Today we’ve got a few short comments on things we have touched on over the past few months.
We have had several posts in recent months on the travails of Apple and its manufacturing partner Foxconn. Now public radio’s Marketplace has a pair of stories on Foxconn’s factories — produced with a little more cooperation on the company’s part than similar stories (The people behind your iPad: The workers, Apr 11, and The people behind your iPad: The bosses, Apr 12). They also have this video of actually making iPads.
Vodpod videos no longer available.
One of the more interesting observations from these articles relates to the kind of workers Foxconn is hiring (from “The Bosses” article):
But that hasn’t stopped hundreds of migrant workers from turning up every morning at Foxconn’s doorstep in the coastal city of Shenzhen. On this day, 500 people line up to apply for jobs. …
I ask Louis Woo what Foxconn’s looking for in these applicants.
Woo: To make sure that they can articulate themselves and they can understand instructions
OK. That doesn’t seem too hard. Still, Foxconn’s HR manager tells me that 200 of these 500 people won’t make it through the application process. Louis cuts in and gives some context on the labor pool they’re dealing with here.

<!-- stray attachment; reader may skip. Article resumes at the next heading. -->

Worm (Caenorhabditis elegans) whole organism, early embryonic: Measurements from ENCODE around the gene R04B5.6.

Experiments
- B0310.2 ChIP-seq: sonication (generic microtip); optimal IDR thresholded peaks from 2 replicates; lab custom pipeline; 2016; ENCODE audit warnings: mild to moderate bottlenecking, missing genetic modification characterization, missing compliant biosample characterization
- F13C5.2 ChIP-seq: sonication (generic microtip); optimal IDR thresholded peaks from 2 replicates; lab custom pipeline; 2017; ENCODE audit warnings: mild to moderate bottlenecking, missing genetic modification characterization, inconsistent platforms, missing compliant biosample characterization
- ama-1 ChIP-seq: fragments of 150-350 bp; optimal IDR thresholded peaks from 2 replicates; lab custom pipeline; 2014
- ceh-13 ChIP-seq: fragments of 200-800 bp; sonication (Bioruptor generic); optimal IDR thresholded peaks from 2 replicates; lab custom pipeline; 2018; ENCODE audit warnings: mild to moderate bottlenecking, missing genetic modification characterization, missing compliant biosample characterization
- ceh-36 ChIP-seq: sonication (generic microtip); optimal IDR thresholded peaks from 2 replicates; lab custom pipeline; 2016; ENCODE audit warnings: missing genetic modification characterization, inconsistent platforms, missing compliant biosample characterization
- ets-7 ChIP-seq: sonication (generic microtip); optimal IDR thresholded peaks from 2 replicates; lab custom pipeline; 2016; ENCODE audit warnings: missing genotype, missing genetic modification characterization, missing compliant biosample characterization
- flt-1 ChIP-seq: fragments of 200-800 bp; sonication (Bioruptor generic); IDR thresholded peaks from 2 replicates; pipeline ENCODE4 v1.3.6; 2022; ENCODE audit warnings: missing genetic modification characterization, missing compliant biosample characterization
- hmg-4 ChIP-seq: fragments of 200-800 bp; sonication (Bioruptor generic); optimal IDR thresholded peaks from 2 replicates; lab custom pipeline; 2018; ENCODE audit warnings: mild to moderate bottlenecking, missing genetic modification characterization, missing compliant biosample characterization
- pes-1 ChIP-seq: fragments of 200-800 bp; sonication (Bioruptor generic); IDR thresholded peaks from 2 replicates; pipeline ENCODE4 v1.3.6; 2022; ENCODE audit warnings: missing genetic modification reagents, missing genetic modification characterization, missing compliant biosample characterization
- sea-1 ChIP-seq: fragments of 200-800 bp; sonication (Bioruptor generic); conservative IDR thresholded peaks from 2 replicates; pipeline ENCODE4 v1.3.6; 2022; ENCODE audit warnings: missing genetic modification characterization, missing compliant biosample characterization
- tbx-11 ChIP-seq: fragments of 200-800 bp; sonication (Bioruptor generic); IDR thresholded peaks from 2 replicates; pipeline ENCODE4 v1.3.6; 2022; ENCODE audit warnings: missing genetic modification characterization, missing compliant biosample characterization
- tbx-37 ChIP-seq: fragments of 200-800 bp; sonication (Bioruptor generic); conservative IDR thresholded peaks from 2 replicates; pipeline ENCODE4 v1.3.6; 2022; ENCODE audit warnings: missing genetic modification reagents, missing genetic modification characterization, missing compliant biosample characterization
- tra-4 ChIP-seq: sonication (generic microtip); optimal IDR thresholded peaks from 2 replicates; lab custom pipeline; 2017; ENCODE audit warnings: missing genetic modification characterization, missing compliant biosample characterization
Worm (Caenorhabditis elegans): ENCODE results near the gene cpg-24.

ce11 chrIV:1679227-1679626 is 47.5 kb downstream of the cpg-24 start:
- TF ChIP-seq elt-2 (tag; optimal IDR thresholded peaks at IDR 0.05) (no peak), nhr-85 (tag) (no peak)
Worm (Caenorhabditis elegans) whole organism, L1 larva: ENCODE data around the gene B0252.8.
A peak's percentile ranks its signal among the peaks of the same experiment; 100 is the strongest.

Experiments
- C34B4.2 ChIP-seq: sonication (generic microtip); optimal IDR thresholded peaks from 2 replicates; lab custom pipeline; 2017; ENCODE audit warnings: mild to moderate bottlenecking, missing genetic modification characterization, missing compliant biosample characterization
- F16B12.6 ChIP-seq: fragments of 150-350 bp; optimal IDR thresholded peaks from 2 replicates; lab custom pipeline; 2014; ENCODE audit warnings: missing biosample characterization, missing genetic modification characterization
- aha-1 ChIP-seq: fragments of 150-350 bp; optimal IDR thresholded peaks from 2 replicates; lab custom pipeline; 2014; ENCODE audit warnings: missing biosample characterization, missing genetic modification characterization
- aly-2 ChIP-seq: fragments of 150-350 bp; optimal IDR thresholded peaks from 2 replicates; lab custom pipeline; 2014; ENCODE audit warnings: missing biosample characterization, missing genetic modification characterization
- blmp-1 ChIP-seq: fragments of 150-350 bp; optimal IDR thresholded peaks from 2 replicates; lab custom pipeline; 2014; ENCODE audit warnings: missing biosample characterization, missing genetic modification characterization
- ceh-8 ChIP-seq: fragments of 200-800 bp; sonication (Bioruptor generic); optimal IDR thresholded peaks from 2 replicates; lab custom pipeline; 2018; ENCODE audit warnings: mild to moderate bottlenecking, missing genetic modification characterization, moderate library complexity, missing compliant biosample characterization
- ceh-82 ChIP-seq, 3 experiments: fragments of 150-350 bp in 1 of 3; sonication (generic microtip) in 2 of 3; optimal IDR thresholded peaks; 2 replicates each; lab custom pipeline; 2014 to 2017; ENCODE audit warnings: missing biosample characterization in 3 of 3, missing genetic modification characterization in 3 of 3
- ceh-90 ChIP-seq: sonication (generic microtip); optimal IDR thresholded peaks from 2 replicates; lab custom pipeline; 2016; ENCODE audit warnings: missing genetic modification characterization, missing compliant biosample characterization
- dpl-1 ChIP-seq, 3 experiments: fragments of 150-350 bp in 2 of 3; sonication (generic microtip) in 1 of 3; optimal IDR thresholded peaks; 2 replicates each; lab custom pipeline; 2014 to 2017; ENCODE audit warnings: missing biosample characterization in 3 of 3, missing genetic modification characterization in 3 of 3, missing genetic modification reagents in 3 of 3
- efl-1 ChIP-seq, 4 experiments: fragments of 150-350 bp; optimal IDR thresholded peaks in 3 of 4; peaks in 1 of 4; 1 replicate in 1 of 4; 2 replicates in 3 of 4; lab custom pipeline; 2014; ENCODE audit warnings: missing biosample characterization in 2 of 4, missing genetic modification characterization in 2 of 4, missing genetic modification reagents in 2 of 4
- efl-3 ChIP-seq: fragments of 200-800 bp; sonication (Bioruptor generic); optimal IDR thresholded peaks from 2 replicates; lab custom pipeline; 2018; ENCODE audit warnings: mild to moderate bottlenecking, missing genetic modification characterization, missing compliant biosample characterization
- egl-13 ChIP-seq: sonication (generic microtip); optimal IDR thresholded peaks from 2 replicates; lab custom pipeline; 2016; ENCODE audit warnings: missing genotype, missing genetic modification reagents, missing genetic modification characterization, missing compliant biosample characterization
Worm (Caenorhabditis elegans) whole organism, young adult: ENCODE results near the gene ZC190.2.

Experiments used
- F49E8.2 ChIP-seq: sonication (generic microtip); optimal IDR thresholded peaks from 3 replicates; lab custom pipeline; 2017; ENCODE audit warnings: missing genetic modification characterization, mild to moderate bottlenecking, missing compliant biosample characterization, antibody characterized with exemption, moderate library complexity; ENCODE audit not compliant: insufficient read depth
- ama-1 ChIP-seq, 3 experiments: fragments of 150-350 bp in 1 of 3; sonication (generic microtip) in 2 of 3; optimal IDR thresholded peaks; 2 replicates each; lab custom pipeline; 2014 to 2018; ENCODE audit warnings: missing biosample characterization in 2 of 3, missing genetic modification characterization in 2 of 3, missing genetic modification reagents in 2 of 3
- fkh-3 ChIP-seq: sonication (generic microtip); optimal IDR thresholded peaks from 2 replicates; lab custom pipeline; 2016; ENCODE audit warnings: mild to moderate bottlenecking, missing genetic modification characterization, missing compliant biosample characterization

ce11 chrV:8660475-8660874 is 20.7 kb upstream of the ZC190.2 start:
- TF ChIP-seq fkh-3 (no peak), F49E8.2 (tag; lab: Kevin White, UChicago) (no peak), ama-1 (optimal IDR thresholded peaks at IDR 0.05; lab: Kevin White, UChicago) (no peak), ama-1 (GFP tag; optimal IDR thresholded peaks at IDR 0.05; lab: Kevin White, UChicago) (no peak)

Woo: I was told that there are young kids coming over here that have never flushed a toilet before. They’ve never taken an elevator. So if you don’t tell them what to do, they would just wait there until the next elevator comes along. Even going inside, they don’t know which floor to go up to.
Next up a service story.
Back in January we had a post on Uber, a company that matches riders with black car services. That post focused on their use of dynamic pricing and how what differed for Uber was that the capacity that they have available (and not just demand) depended on how they priced. The current issue of The Atlantic has an article on the company in which the founder explains how throwing cash the drivers’ way is key to their success (Why You Can’t Get a Taxi, May 2012).
The drivers are also much better off. For starters, they don’t have to pay kickbacks to dispatchers (seemingly a ubiquitous problem with traditional black-car services). “You need to set it up so that drivers make a lot of money,” Kalanick told me. “Whenever we start in a city, we see mostly traffic from drivers who are using us as a yield-management system—they’re filling up their dead time. Ultimately, that predictable cash flow allows them to expand their business.”
Uber also protects the drivers from passengers. You can’t jump out of the car without paying the fare, as some taxi passengers do, because Uber has your credit-card number—and for the same reason, the drivers are not at risk of being robbed. And while Uber allows you to rate your driver, it also allows the driver to rate you. “So if a customer is yelling racial epithets at a driver,” says Kalanick, “their account would probably be suspended.”